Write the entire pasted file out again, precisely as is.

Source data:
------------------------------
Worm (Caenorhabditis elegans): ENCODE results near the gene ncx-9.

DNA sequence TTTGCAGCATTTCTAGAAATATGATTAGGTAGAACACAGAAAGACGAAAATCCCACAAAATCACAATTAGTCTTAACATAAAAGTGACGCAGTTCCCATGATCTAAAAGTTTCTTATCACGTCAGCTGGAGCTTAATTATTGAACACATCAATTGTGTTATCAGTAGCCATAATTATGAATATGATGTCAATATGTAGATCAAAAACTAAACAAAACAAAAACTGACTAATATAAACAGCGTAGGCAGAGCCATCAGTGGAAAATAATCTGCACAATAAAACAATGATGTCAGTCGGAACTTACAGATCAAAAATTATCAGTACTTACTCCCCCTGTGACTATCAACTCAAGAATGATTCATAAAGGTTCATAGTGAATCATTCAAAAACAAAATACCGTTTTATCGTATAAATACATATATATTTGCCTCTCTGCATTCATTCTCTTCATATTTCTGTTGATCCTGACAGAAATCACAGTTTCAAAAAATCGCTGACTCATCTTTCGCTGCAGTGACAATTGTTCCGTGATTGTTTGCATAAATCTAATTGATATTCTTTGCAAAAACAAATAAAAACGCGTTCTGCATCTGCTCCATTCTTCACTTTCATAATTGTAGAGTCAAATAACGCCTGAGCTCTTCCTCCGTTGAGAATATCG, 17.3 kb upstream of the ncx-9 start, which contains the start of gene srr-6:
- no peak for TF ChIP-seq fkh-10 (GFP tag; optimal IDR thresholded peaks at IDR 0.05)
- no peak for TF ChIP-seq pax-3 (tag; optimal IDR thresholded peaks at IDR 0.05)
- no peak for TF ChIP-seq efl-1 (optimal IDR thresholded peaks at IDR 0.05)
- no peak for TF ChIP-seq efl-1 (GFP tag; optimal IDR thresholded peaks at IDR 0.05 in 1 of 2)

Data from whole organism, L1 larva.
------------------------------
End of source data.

Worm (Caenorhabditis elegans): ENCODE results near the gene ncx-9.

DNA sequence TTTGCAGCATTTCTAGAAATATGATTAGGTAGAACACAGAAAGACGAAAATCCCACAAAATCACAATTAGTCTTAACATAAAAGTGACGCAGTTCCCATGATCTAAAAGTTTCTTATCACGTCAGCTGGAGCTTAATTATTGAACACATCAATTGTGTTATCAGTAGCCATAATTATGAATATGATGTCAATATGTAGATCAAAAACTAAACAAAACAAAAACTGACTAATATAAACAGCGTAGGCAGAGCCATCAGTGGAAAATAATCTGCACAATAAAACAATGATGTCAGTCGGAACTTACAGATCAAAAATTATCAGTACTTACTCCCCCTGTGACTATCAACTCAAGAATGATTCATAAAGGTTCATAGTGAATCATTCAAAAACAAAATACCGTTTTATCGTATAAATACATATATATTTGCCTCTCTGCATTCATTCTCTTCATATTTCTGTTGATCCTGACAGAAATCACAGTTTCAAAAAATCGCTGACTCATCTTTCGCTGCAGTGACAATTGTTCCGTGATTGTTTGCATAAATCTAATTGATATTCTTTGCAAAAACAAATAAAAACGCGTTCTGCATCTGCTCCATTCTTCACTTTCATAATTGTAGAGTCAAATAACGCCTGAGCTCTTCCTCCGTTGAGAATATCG, 17.3 kb upstream of the ncx-9 start, which contains the start of gene srr-6:
- no peak for TF ChIP-seq fkh-10 (GFP tag; optimal IDR thresholded peaks at IDR 0.05)
- no peak for TF ChIP-seq pax-3 (tag; optimal IDR thresholded peaks at IDR 0.05)
- no peak for TF ChIP-seq efl-1 (optimal IDR thresholded peaks at IDR 0.05)
- no peak for TF ChIP-seq efl-1 (GFP tag; optimal IDR thresholded peaks at IDR 0.05 in 1 of 2)

Data from whole organism, L1 larva.